Want game-changing ideas and execution? Hire misfits, weirdos, black sheep, difficult people who don’t fit into traditional roles because they are just brilliant. This isn’t a new idea, but when CEO’s say they want innovation, they don’t walk the talk by themselves; nor does human resources.
Be wary of anyone who believes the trad'l org pyramid will be an effective form of human organization in the future–'cause they're wrong.
— Gary Hamel (@profhamel) August 6, 2014
One of the best articles I’ve read about culture and innovation is from HBR: First, fire all the managers. Written by Gary Hamel, it’s a very good and practical read, the idea of doing without managers shouldn’t surprise you if you’ve read his book The Future of Management. I won’t get into the specifics of the article (make sure you read it!) but I’ll just say that I also believe managers should not exist; but do believe that in some cases some management is necessary. More importantly, I believe organizations should be run by ideas, not titles.
As much talk and attention innovation gets, the topic of employee engagement isn’t far behind. And with good reason, the latest report from Gallup concluded that only 13% of employees worldwide are engaged at work. Damn!
But Gallup also points out that companies with engaged employees outperform those without by up to 202%, so there’s something we can learn from organizations with highly engaged employees.
It’s important that we must make a distinction here, for an engaged employee is not a satisfied employee. The point being that just because companies post pictures and videos of their employees having fun doesn’t mean that they are also satisfied with their work.
With that said, the following thread on Quora caught my attention because the person responding indicated why she was both engaged and satisfied with her work: Why are so many people content with just earning a salary and working 9-6 their entire adult life?…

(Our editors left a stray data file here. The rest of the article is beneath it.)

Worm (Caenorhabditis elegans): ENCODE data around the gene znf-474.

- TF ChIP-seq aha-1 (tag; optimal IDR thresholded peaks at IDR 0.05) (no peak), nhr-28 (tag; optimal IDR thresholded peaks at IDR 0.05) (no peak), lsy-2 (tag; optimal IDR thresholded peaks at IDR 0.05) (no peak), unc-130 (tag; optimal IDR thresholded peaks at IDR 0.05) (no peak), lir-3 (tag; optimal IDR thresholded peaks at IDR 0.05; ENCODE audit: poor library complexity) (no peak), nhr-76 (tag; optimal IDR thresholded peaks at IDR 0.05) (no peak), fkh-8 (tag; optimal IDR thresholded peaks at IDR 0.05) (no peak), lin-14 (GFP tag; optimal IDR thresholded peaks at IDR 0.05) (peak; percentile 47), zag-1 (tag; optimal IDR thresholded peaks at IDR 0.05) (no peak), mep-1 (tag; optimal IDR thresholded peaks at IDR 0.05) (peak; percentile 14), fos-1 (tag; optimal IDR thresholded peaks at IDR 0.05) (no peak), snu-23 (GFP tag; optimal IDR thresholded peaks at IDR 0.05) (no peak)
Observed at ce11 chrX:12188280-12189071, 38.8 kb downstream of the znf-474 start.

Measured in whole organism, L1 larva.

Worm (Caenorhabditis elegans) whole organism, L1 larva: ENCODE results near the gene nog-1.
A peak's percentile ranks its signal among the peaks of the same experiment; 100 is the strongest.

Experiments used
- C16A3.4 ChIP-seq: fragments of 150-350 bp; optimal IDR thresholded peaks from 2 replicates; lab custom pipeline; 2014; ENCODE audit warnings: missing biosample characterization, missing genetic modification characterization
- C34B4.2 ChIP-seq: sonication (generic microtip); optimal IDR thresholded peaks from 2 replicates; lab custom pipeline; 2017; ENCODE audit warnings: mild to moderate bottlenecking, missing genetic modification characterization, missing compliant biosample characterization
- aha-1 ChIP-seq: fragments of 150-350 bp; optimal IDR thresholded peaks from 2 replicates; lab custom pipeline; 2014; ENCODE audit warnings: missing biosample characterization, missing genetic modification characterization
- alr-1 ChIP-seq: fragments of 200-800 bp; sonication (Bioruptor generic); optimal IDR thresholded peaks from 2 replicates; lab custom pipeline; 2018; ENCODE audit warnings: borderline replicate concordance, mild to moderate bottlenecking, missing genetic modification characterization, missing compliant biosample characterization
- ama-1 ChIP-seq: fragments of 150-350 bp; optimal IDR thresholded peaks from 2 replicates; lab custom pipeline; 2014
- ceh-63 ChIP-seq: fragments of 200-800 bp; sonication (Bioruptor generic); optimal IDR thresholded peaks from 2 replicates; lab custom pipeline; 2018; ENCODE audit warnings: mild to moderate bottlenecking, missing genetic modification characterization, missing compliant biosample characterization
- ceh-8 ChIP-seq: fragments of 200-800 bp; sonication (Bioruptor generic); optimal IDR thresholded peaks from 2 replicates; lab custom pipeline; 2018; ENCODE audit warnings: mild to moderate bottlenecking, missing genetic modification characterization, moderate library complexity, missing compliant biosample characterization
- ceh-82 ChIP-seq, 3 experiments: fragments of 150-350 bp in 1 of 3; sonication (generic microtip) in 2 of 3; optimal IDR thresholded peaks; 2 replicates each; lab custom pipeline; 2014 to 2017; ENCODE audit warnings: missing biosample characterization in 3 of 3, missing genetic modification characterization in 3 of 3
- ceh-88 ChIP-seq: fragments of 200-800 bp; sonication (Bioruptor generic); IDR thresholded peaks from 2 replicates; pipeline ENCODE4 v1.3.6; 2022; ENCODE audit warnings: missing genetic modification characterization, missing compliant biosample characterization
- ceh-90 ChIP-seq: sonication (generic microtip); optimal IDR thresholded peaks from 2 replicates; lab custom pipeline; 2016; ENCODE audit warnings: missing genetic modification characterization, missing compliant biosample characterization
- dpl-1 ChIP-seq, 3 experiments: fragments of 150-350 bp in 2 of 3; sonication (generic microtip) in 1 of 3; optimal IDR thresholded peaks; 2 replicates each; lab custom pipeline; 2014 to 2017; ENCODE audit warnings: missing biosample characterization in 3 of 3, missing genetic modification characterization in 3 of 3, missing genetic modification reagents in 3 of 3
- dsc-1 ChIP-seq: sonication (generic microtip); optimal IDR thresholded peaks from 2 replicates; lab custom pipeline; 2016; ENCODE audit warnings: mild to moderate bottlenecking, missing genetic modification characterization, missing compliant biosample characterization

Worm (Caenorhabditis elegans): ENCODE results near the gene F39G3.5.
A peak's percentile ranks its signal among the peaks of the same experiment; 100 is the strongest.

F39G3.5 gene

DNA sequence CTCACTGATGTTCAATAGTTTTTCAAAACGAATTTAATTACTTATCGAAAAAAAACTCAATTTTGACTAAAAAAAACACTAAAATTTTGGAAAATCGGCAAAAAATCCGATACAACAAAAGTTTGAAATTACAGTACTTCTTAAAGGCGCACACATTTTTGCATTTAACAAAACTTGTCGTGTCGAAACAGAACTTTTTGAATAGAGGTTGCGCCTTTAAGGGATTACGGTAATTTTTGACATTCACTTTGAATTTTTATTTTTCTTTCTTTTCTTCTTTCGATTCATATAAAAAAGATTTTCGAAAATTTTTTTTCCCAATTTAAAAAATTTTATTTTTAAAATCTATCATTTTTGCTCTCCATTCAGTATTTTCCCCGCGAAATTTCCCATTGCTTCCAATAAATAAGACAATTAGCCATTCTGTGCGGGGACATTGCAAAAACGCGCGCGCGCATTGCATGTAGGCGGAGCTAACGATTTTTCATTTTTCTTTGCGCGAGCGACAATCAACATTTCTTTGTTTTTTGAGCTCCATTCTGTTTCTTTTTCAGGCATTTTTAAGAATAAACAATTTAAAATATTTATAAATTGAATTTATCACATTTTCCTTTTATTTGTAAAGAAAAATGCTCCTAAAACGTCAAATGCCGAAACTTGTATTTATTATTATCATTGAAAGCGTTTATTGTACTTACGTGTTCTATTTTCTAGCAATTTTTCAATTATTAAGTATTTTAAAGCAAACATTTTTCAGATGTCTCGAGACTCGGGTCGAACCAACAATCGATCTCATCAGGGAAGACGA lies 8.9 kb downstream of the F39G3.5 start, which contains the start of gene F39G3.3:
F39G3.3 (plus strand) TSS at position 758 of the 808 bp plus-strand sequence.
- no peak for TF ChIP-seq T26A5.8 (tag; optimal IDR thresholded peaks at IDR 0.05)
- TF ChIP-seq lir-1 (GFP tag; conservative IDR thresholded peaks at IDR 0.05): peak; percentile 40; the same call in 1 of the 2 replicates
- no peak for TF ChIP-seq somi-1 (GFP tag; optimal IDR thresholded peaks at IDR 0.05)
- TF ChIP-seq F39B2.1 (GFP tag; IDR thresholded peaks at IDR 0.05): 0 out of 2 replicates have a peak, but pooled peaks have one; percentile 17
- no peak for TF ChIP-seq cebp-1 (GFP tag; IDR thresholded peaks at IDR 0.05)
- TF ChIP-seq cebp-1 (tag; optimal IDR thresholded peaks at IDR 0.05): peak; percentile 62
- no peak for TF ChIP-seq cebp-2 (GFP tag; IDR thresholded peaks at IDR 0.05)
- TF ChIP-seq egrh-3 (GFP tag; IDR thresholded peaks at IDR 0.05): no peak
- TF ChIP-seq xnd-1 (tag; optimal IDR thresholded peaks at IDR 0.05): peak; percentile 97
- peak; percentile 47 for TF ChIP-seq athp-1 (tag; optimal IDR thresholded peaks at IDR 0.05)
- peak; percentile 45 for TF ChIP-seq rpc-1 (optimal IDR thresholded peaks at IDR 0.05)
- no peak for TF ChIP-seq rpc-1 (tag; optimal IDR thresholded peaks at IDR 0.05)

How diluted has the word innovation become that, on top of confusing it with anything new, we rationalize why we should innovate.
Here are a few:
- Let’s innovate so we can grow our business, otherwise we won’t!;
- Let’s innovate so we can eek out a little more revenue from existing products and services;
- Let’s innovate so we can develop new revenue streams, new business, new products & services;
- Let’s innovate so we can be competitive with the rest of the world;
I’m sure you’ve heard some version of these before, and there are more like these. The above rationalizations are correct, but does it get you fired up? I’m sure it doesn’t.
An indicator that all this rationalization it doesn’t work to spur action is how many people still ask themselves: what’s the point?
Why do you want to “innovate”? Seriously, think about it…
Is it because you’re embraced common rationalizations followed by everyone else who can’t think for themselves? If you are, it sounds to me like you are playing not to lose.…
So, anytime a new service pops up, I jump on to experiment. Enter Fiverr, where you can find gigs/help starting at $5. Being that I’m looking to create a multifunction widget for my blog, I saw it as an opportunity to go to Fiverr and find someone who could do what I need for $5.
On Fiverr, I saw a dude who “sells himself” as a WordPress Guru. So, I thought he should know. Turns out he doesn’t. But, if he’s a WordPress Guru, then he should know people who can do this specific job that I’m asking for. Right?